On the cusp of US regulatory clarity and massive price movements

I know it is a peculiar decision to list a top-10 crypto (by market cap) here in my monthly Crypto Watch series. However, you will understand why XRP should be on your radar by the end of this piece.

Before beginning, I will cover both Ripple Labs Inc. (“Ripple”) and XRP, as they are closely linked, albeit separate. To clarify, you will still see the crypto (XRP) being incorrectly referred to as Ripple, but these names both refer to the same XRP digital asset.

What is XRP?

It is the native coin of the decentralised, permissionless (public), open-source XRP Ledger.
Established in 2011 by Jed McCaleb, Arthur Britto and David Schwartz – the latter is still actively involved in the project as Ripple’s Chief Technology Officer (CTO) – XRP, alongside Bitcoin and Litecoin, are the only three legacy coins to have stood the test of time and remain in the top 20.

Ripple has historically held most of the total (100-billion) XRP in an escrow. However, since 2017, the entity has been releasing up to one billion coins per month back into the market for purchase by the general public…with crypto whales snapping up large amounts.

“We’ll use Escrow to establish 55 contracts of 1 billion XRP each that will expire on the first day of every month from months 0 to 54. As each contract expires, the XRP will become available for Ripple’s use…We’ll then return whatever is unused at the end of each month to the back of the escrow queue.”

Brad Garlinghouse via Ripple Insights 

Ripple has used this setup deliberately to avoid unexpectedly flooding the market with its XRP in one hit. This automated monthly process lets the general community know what to expect and when.

SEC Lawsuit and Hinman Speech documents

The XRP community has had to deal with the consequences of the ongoing Ripple vs SEC lawsuit, which began in December 2020.

What is this all about? The SEC alleges that Ripple raised over $1.3 billion via an “unregistered, ongoing asset securities offering”.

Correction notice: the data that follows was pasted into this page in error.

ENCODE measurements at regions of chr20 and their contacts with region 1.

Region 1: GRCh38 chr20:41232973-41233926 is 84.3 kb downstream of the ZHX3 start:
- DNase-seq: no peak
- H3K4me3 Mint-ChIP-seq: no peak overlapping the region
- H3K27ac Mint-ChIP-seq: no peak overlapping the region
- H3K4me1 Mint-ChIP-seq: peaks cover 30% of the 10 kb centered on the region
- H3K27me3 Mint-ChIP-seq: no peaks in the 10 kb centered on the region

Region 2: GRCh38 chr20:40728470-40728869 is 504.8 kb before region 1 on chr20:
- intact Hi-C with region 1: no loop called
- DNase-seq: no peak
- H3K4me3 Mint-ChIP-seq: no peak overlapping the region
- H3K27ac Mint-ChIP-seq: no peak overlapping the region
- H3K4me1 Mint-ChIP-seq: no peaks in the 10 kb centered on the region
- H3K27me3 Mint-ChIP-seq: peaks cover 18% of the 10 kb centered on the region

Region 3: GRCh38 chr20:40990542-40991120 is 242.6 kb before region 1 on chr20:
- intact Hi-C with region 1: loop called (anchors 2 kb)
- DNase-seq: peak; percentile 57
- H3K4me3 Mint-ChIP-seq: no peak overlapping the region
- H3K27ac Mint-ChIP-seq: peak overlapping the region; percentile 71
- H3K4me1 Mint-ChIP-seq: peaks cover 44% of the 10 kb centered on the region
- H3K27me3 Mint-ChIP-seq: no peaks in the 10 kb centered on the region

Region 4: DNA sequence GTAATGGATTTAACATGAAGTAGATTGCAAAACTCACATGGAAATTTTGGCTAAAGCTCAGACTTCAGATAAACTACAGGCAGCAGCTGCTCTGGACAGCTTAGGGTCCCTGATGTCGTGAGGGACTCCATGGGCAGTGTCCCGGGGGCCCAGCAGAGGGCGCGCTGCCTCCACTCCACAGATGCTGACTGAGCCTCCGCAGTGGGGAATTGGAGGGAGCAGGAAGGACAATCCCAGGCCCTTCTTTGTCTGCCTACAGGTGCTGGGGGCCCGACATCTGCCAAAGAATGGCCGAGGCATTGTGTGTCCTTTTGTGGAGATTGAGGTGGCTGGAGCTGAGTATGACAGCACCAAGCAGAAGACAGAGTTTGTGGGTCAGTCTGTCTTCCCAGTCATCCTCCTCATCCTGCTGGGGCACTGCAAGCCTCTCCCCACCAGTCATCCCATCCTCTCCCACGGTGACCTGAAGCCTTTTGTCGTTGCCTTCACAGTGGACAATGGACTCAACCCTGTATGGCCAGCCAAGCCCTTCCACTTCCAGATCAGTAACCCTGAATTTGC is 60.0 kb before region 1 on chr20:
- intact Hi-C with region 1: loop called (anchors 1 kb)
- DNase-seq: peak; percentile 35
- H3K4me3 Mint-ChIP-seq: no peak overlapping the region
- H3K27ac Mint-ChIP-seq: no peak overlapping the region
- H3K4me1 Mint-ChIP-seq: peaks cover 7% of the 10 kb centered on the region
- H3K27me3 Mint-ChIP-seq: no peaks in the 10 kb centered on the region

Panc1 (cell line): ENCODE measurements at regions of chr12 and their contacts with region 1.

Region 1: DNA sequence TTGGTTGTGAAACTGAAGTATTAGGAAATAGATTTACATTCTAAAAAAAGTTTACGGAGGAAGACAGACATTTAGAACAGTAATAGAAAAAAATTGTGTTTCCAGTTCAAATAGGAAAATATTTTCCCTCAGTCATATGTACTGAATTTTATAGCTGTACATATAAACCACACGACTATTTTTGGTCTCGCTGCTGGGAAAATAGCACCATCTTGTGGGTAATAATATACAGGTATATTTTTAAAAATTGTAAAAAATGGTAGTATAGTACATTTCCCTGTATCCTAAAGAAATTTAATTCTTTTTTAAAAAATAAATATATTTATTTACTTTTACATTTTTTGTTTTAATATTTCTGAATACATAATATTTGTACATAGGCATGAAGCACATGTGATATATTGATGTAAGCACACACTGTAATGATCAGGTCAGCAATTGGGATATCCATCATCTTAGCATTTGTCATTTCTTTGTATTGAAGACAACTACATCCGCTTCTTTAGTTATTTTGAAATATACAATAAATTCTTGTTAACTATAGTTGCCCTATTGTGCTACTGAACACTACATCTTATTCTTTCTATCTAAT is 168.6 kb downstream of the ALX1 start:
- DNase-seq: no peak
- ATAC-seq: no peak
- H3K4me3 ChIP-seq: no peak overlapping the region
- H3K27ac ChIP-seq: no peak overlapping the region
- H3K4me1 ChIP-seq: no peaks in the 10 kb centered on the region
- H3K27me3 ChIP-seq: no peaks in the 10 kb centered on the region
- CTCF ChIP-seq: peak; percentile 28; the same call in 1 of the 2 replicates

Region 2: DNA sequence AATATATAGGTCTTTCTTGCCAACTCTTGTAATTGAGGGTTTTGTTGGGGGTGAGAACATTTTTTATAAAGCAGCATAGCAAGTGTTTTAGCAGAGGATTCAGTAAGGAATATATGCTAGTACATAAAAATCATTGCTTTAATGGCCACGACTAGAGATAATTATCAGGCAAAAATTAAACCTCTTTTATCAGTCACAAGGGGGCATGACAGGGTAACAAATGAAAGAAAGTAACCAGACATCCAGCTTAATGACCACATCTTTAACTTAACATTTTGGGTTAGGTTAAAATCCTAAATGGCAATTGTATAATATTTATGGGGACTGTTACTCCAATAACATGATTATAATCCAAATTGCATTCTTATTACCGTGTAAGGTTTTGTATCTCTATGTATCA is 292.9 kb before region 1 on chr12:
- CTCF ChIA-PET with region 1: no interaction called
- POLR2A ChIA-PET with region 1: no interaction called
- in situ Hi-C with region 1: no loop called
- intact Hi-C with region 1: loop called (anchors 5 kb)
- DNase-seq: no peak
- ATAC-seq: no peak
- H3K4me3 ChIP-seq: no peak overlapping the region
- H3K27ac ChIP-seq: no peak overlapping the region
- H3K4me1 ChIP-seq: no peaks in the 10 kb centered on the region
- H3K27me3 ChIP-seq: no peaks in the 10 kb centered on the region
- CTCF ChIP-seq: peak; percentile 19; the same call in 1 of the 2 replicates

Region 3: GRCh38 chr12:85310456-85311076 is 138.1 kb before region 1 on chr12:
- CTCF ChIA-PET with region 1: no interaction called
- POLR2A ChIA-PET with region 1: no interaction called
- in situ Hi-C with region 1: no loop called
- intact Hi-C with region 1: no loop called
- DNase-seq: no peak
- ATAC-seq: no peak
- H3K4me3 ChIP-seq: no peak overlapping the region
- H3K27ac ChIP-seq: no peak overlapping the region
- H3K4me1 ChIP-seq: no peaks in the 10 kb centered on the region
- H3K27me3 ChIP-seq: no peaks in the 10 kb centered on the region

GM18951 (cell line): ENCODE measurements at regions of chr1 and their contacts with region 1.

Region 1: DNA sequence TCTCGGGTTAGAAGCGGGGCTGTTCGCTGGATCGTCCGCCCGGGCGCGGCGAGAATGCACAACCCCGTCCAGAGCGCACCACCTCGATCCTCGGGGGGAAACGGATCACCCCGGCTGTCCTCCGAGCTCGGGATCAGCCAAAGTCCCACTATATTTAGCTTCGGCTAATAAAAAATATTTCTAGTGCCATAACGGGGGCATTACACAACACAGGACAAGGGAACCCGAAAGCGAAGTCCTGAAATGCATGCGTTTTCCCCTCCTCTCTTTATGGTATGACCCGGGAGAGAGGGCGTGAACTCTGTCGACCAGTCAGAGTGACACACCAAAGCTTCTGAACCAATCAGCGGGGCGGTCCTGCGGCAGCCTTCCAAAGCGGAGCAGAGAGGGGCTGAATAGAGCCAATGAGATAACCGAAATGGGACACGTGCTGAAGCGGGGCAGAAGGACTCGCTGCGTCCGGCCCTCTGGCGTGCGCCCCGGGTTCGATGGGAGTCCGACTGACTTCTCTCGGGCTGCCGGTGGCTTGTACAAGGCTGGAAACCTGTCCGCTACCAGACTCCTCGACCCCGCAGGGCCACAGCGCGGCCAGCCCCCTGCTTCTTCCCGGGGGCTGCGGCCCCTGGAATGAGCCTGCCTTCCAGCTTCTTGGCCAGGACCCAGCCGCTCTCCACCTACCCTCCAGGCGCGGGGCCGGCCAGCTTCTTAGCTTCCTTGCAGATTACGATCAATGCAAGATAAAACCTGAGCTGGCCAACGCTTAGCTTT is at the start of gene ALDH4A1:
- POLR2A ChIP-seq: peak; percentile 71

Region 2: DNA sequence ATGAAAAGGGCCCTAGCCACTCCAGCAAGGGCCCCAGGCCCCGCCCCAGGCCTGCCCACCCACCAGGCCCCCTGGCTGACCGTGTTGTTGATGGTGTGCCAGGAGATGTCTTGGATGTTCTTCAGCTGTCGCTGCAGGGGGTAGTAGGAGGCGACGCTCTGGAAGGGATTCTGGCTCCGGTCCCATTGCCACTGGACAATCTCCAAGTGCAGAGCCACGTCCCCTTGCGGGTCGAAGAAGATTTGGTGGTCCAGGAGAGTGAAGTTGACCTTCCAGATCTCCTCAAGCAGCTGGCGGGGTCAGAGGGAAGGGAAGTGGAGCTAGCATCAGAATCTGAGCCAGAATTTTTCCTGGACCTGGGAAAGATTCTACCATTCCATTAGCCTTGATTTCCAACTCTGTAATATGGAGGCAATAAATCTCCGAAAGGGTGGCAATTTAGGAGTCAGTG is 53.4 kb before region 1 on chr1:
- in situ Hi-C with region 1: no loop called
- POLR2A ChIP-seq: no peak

In other words, the SEC argues that XRP is a security, whereas Ripple has repeatedly claimed otherwise.

There is a plethora of recent (2023) resources arguing why XRP is not a security, which I have included here FRYP. For brevity, much of this relates to classifications based on assets deemed “investment contracts” under the SEC’s Howey Test.

It’s been a drawn-out process, testing the patience of XRP holders and Ripple.
However, there is a silver lining to all of this. One of the most promising signs of a (somewhat) favourable outcome for the crypto company is the content within the Hinman Speech documents from 2018, named after William (Bill) Hinman, the former Director of the SEC’s Division of Corporation Finance.

Originally scheduled for release on 6 June (i.e., tomorrow), this has now been pushed back a week to 13 June.

The US SEC was adamant in withholding the contents of the above-mentioned document from being publicly released (i.e., sealed). Still, Judge Annalisa Torres denied their request, a small win for Ripple, at least for now.

Why is this significant? Back in January 2021, Stuart Alderoty, Chief Legal Officer @ Ripple, informed the public (via a Twitter thread) that they put in a Freedom of Information Act surrounding the US SEC’s ruling on ETH.  

Whilst there is an assurance from SEC Chair Gary Gensler about Bitcoin being a commodity, not a security, altcoins (in this case, XRP) are still yet to discover where they sit in the eyes of US regulators; Ethereum’s classification is still yet TBC, but the following comments from Hinman, also back in 2018 provide optimism for those banking on it being classified a commodity.